My personal mentor was Joe Ucciferro, the former president of Day & Zimmermann NPS and the former chairman of the Board of Directors for the National Safety Council. Joe used to say that safety is a value, not a goal. It’s not something you do, it’s in your heart and it’s a part of you. I believe that, and I credit Joe with instilling in me the respect for safety that I have carried throughout my career. In my younger days, when I was working in the field, I thought, “Injuries happen, and I better be careful so that they don’t happen to me.” As I started to do accident investigations, I began to see that there are no injuries that we come across that we couldn’t have avoided. And that is why we started to talk about the zero injury principle.

Why is safety a core value at your organization?

Safety begins at the top with strong core values that are fundamental to our owners, the Yoh family, who carry the zero injury safety focus across all the Day & Zimmermann companies. Safety is our No. 1 corporate value, and nothing is more important. We care about safety because we care about our people. We are a people business. Our employees and our customers have come to associate Day & Zimmermann with safe delivery because of our constant vigilance and daily commitment to create a work environment that is without accident or injury.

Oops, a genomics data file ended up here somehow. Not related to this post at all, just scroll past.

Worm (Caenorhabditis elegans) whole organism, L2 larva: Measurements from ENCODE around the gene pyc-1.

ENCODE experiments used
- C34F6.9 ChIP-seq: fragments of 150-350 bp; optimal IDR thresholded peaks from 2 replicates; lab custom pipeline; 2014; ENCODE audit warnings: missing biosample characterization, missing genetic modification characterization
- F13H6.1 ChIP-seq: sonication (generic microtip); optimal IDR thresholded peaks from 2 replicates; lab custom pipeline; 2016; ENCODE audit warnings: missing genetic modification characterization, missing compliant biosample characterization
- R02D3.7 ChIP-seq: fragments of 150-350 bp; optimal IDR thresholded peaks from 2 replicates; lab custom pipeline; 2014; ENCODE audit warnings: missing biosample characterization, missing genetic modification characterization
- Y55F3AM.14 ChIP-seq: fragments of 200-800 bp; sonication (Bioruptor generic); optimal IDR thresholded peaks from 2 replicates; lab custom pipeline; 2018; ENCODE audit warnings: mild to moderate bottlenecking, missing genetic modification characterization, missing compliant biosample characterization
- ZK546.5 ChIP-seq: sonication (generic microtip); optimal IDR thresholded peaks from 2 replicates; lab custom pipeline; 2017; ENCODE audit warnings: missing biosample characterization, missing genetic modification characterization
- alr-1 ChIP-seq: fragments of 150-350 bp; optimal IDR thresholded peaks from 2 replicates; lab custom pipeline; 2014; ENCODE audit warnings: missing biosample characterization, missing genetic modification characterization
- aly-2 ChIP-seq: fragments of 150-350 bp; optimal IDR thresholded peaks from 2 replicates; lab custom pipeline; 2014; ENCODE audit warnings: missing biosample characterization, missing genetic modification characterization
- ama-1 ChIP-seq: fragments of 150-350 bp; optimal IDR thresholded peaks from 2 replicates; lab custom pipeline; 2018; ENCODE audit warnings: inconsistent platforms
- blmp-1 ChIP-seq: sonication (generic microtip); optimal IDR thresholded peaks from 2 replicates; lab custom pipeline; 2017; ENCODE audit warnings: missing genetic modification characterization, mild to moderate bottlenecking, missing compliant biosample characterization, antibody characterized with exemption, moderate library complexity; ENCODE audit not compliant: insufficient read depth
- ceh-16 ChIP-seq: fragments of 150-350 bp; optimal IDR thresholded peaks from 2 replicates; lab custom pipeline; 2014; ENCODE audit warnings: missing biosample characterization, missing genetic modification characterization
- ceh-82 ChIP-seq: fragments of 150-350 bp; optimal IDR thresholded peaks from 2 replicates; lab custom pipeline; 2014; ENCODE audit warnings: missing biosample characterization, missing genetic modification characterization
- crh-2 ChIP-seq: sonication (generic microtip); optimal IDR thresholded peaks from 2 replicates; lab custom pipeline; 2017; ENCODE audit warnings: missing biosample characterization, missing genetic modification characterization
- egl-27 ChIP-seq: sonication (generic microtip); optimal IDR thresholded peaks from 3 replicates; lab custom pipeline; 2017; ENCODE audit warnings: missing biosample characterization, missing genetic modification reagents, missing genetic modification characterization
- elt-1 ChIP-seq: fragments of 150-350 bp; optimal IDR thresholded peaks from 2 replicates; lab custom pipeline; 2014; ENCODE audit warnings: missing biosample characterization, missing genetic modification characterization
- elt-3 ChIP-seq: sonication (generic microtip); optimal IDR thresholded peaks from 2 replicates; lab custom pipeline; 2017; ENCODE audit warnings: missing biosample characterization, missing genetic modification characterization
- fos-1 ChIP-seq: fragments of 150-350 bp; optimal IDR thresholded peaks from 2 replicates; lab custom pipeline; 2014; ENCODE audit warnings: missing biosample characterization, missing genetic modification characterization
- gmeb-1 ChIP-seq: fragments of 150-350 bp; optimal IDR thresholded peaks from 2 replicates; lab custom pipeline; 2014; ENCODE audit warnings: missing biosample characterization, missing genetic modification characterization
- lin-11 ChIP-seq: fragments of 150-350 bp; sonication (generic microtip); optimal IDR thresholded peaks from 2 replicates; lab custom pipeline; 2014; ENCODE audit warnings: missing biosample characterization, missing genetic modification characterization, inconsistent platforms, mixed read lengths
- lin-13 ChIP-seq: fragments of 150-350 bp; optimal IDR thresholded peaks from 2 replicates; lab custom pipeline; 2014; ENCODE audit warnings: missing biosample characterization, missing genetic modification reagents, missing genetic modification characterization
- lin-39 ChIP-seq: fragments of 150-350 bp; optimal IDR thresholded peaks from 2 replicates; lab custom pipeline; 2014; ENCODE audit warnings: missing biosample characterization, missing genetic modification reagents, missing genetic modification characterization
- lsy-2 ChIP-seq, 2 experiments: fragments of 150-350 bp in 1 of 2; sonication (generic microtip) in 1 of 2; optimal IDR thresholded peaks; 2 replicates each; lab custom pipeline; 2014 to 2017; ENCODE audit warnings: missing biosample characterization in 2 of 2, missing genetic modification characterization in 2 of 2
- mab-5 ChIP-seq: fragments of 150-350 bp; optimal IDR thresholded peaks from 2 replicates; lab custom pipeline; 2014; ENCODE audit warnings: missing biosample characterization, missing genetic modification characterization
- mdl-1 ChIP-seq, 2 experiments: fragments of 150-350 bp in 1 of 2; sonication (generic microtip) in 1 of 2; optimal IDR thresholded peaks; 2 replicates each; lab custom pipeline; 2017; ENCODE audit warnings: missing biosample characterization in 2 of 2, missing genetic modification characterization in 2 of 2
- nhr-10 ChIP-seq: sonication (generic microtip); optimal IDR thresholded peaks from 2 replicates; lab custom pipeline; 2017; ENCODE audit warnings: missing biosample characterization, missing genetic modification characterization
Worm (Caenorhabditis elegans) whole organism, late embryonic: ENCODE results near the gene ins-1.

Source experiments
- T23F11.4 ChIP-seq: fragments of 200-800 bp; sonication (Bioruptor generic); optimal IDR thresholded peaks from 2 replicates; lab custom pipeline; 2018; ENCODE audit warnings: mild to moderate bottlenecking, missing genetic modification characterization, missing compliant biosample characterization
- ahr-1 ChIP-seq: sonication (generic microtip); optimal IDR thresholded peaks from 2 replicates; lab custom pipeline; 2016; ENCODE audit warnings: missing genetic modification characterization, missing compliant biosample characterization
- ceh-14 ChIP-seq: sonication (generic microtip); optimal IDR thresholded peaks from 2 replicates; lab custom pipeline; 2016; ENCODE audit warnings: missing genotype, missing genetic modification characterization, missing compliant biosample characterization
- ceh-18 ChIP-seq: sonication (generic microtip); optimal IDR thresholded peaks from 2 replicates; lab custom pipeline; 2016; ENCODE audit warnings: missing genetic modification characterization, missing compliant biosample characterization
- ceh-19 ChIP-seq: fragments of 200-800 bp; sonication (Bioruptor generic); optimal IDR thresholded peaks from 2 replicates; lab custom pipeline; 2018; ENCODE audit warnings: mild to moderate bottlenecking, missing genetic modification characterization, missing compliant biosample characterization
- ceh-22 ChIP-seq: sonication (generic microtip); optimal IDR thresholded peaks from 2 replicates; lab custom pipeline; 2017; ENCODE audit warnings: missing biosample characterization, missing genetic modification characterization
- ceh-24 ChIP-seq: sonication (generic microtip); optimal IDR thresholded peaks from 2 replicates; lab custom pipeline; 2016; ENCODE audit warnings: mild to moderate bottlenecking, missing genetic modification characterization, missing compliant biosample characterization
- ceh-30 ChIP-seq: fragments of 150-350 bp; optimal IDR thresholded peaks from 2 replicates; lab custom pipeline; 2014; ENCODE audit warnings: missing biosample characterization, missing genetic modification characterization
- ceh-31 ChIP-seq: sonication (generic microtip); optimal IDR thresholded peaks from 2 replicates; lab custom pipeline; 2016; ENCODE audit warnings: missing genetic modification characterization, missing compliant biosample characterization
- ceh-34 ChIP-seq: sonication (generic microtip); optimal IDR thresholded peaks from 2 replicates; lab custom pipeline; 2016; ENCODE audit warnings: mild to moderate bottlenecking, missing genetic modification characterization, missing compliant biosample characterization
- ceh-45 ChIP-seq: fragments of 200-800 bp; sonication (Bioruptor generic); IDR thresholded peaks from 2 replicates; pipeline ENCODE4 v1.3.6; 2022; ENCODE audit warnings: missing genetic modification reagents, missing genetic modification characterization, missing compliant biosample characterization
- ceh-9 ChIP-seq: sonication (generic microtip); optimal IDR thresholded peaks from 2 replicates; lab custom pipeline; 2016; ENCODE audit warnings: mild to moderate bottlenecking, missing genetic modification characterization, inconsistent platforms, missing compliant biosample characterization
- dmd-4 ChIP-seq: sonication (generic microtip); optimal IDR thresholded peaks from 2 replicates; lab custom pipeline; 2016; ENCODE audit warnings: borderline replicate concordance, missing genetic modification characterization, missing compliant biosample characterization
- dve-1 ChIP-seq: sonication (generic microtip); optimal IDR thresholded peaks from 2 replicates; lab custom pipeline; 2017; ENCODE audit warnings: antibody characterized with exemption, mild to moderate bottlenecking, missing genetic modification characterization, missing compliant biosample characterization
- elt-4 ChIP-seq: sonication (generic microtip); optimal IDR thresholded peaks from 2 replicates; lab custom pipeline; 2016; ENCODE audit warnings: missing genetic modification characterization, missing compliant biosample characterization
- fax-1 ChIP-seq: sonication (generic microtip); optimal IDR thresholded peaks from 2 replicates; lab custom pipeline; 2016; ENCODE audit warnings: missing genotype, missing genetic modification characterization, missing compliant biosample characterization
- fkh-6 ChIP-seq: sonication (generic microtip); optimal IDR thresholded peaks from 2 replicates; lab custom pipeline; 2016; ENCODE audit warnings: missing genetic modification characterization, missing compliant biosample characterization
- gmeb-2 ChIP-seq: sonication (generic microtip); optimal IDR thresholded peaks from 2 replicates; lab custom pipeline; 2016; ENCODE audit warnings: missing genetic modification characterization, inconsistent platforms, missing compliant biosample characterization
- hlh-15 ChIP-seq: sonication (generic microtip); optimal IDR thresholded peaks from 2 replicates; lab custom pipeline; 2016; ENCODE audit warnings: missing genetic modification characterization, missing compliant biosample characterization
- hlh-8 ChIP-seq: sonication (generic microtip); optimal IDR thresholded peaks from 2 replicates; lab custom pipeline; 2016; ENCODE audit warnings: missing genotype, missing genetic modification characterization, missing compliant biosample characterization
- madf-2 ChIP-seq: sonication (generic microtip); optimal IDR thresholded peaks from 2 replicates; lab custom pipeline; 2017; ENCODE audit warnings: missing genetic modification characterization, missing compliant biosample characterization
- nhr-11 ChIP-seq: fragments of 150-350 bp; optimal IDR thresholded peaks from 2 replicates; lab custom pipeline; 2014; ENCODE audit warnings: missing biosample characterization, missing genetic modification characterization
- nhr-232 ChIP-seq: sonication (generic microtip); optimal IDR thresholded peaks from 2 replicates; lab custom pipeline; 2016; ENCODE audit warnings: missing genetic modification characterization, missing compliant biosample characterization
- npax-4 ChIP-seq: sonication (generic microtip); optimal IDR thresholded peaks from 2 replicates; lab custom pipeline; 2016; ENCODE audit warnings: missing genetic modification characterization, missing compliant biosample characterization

What is the biggest obstacle to safety at your organization, and how do you work to overcome it?

The biggest obstacle to safety is getting everyone to buy into the concept that safety isn’t something that is done to you or for you, but starts with each and every one of us. It is not about what the other workers are doing, it is about what I must do to protect myself within my own surroundings. We can avoid injuries if we each take personal responsibility for our own conduct, protect others and monitor our surroundings. We constantly work to keep safety top of mind by modeling safe behaviors and reinforcing our zero injury principles. When I tour the sites, I look for safe work practices. If and when I find the opposite, it is addressed immediately.